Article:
I smiled at my neighbor, trying to be friendly despite the stare. "Always best to get the ice off before it gets really cold and freezes down hard, eh?" The neighbor drew back a little, and proffered an uncertain smile.

When my feet were quite cold enough, I wandered back inside for a cuppa while leaving the car running. The defroster had gotten the windshield clear-ish by that point (the wiper blades were another story). As the tea kettle clicked off, I heard the most interesting WHAM! WHAM! WHAM! from the neighbor's driveway, like someone was wailing away on the inch of ice encasing their minivan. Then their engine started, and idled in the driveway just like mine.

Was I supposed to offer my rubber mallet?

Monday, February 16, 2015

If you can't walk on it, don't drive on it.

Mostly, this applies to ice. Now, many of you in the north are currently driving something equipped with studded tires or really good all-weather treads, and if it's a pickup (and quite a few sedans) there's a bag or three of kitty litter / pea gravel over the rear axle. This enables you to drive normally on truly cold ice and scraped snow. It doesn't help as much as you'd think when it gets right around freezing/melting point.

In the south, "snow" and "ice" never gets very cold - it's always right around that 28-34 F range that even Alaskans dread. Southern ice usually comes with "running water on", but since it's such a rare event, they don't distinguish in the many categories northerners hold. This, along with unfamiliarity, is why they're such terrible drivers on ice and snow: even in Anchorage, I did not look forward to driving on running water on ice, and stayed home if I could.

No matter where you live, if you're going to fall on your butt (hopefully) or shoulder with a wrenching and tearing feeling (hopefully not) when trying to get to the car or through the parking lot, it doesn't matter how well you drive... you still shouldn't be out.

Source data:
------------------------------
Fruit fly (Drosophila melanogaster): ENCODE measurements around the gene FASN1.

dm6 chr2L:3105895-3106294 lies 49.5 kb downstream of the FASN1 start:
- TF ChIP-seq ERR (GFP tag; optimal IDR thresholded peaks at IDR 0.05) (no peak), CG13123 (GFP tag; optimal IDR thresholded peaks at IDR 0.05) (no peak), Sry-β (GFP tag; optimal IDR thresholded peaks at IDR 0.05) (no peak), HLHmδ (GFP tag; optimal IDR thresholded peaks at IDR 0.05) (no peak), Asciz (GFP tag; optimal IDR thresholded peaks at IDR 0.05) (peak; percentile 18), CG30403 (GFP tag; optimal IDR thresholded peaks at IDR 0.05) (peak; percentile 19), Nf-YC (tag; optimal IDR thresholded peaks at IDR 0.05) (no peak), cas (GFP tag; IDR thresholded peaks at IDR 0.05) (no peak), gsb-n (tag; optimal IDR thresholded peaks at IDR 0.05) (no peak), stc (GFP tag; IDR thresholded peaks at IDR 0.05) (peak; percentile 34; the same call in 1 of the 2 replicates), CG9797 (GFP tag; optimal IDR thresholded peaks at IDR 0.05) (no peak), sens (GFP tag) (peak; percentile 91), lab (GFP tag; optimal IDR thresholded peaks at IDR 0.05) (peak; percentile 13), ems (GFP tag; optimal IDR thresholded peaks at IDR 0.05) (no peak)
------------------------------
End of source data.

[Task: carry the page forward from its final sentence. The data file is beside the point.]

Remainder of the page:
This is like "Nothing good happens after midnight." It's a good rule of thumb that keeps people out of trouble.

If you can't walk on it, don't drive on it.

Thursday, January 29, 2015

Low Carb Clam Chowder

Low-Carb Clam Chowder

Cook time: roughly 15 minutes

Kitchen stuff used:
heavy stoneware stockpot, large
stick blender
casserole dish
tea kettle (for boiling water)


1 head cauliflower, raw
1 medium onion (yellow is better)
2 medium turnips
1 tablespoon olive oil
1 clove garlic, minced
1/2 cup bacon, crumbled
1 tablespoon dry sherry
2 tablespoons chicken better than bullion + 4 cups boiling water
(use low-sodium chicken broth as a substitute if need be)
2 cups cream (half and half will make thinner soup for lower calories, but a smidge more carbs)
1 tsp cajun seasoning (tony cacheres, to taste)
1 squirt Worcestershire sauce (1/2 tsp?)
3 cans of clams (6.5 oz cans)
1 tbsp parsley flakes
optional: shredded cheese to top

Caveats: all measurements are approximations, based on handfuls, good sized splashes, healthy dollops, and to taste.

First, chop the cauliflower head up finely, stopping to scoop up the bits and dump them in a casserole dish. (Or, if you have a food processor, use that.) Add two tablespoons of water and cover with lid / plastic wrap with holes poked in. Microwave for 12 minutes. Don't worry if it finishes before you're ready to use it; that just cools the dish down enough to handle easily.

Second, start the stockpot on medium heat, with the olive oil inside. (If you don't have bacon crumbles, skip the olive oil and cut up some bacon to make bacon crumbles and oil.) Peel and dice the turnips into small chunks, toss 'em in. Dice the onion and toss it in, too, then mince the garlic and add it with the bacon crumbles.

Once the diced onion and turnips are rapidly turning sauteed, add the dry sherry and deglaze. (Scrape the browned deliciousness off the bottom of the pot.) Then, add in the chicken better than bullion and mix it until it coats everything. Add the water fresh out of the teakettle. (Or, if you don't have a teakettle, resign yourself to adding hot water and waiting for the mix to come back up to simmer.) Stir well to deglaze the bottom again. Add the cream, stir, and then add the cajun seasoning and squirt of Worcestershire sauce.

Open two cans of clams, and add them, including the juice. Get the cauliflower out of the microwave, and add it to the pot. Get out the stick blender and blend everything to a thick chowder consistency. Open the third can of clams and add it, including the juice, so you still have some nice chunky clam meat.

Realize this isn't going to look perfectly white like high-carb clam chowder, and throw in parsley flakes and stir to make it look prettier. Dish up, and add shredded cheese on top if you want to, just because you can.